• Academy Responds to Call for Medicare Physician Payment Reform Ideas


    The Academy suggested several ways to reform the Medicare physician payment system this week, responding to a request from a bipartisan congressional group. Six of the eight legislators championing this effort are physicians.

    The request responds to growing pressure from groups like the American Medical Association and Academy-led Surgical Care Coalition. Reps. Ami Bera, D-Calif., and Larry Bucshon, R-Ind., led the call for feedback on a 2015 law that represents the last overhaul of Medicare physician payments.

    The Medicare Access and CHIP Reauthorization Act of 2015 (MACRA) ended almost two decades of recurring cuts from the sustainable growth rate (SGR). MACRA eliminated the SGR and moved to a system in which physicians see updates based on quality performance. But updates too quickly turned to more recurring cuts.

    Any significant reforms will take years, if history is any judge. Medicare is ophthalmology’s major payer. That makes it all the more important for us to have a voice from the start.

    In addition to reminding legislators of the need for yet another short-term fix to avert cuts in 2023, we addressed several issues that need long-term change. These include:

    • Flawed payment calculations
      • The conversion factor, a complex formula used to determine physician reimbursement rates, doesn’t account for inflation.
      • Budget neutrality requires Medicare to cut payments to services when it raises reimbursement for other services or start covering a new treatment. Yet, the trigger for budget neutrality cuts, which has not been updated in 30 years, has not kept pace with the rise in the cost of practicing medicine..
    • Barriers and disincentives to participating in the Quality Payment Program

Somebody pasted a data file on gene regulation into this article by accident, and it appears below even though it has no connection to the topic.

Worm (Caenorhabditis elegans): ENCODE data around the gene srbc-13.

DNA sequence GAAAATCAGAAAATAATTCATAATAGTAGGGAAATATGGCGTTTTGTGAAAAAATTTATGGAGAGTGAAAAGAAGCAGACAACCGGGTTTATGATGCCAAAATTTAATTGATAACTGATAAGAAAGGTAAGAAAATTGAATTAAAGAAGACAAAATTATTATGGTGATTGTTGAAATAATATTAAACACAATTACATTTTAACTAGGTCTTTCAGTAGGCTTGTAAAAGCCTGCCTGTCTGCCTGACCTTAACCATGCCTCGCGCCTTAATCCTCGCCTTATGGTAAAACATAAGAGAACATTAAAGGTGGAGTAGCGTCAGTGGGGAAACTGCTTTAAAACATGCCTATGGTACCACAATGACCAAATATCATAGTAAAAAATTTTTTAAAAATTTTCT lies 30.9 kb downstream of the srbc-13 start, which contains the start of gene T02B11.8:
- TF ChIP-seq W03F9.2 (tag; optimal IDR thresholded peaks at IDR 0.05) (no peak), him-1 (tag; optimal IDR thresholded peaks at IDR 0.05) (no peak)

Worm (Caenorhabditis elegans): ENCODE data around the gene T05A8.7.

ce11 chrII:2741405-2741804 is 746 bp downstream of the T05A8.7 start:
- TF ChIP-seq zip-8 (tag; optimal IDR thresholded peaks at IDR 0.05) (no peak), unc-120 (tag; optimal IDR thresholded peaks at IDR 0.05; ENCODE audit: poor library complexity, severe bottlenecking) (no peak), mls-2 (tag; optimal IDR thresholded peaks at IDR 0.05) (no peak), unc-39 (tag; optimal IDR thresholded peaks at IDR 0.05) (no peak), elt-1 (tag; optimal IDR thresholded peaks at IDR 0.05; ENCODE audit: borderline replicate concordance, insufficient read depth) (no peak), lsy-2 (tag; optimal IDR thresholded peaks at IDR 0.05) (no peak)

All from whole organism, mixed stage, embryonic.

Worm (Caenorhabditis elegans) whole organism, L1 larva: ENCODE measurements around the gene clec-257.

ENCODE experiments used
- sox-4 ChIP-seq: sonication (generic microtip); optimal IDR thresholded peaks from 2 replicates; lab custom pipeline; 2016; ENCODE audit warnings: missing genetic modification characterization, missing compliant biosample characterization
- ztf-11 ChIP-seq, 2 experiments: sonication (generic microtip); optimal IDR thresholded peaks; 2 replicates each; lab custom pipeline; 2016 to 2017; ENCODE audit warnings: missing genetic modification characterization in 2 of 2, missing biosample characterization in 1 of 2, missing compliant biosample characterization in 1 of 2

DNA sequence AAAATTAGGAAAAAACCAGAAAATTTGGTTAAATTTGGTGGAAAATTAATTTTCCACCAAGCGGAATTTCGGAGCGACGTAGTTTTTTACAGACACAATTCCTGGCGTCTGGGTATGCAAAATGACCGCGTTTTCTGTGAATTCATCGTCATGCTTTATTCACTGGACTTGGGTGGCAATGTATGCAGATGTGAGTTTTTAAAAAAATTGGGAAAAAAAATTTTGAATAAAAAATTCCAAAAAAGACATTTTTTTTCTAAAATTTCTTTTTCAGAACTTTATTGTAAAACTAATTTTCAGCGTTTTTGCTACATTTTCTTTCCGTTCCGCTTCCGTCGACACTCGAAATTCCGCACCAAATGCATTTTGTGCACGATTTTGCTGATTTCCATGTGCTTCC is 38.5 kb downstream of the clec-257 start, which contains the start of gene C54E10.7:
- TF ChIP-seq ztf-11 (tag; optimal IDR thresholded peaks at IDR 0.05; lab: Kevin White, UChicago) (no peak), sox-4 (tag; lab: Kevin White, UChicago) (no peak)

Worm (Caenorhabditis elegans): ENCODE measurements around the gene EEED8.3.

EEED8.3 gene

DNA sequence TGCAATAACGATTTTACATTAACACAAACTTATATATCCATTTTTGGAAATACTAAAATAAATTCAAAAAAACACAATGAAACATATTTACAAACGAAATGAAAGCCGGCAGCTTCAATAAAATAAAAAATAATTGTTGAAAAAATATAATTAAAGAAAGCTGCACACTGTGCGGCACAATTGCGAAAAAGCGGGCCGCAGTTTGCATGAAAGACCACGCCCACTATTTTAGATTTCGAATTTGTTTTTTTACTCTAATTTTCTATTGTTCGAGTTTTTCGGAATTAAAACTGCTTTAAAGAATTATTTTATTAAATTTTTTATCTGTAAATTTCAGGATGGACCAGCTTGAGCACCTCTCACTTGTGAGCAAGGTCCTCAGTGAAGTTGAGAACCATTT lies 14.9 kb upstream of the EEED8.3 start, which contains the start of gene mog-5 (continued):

• The low-volume exclusion prevents too many providers from participating. This disadvantages Ophthalmology and reduces medicine’s interest in getting the program right.
      • Bonuses aren’t timely or large enough to encourage meaningful performance change and the top performers bonus ends this year.
      • Participation in a qualified clinical data registry is the best way to comply with MIPS, but current policies don’t do enough to recognize/reward this option.

    As we note, Quality Clinical Data Registry “participation is the only way providers can receive the prompt feedback that Congress intended to improve quality and patient outcomes.”

    The Academy’s leadership in developing relevant outcome measures for our specialty and widespread participation in the Academy’s IRIS® Registry has made it a success. Congress should give you more credit for your participation in that registry than on alternative, flawed cost measures or the unproven Merit-Based Incentive Payment System Value Pathways program.

    The Academy is actively collaborating with other physician groups to lead efforts to reform the Medicare physician payment system. In the meantime, remind your legislators that they must address 2023 cuts in the Medicare physician fee schedule before the end of the year.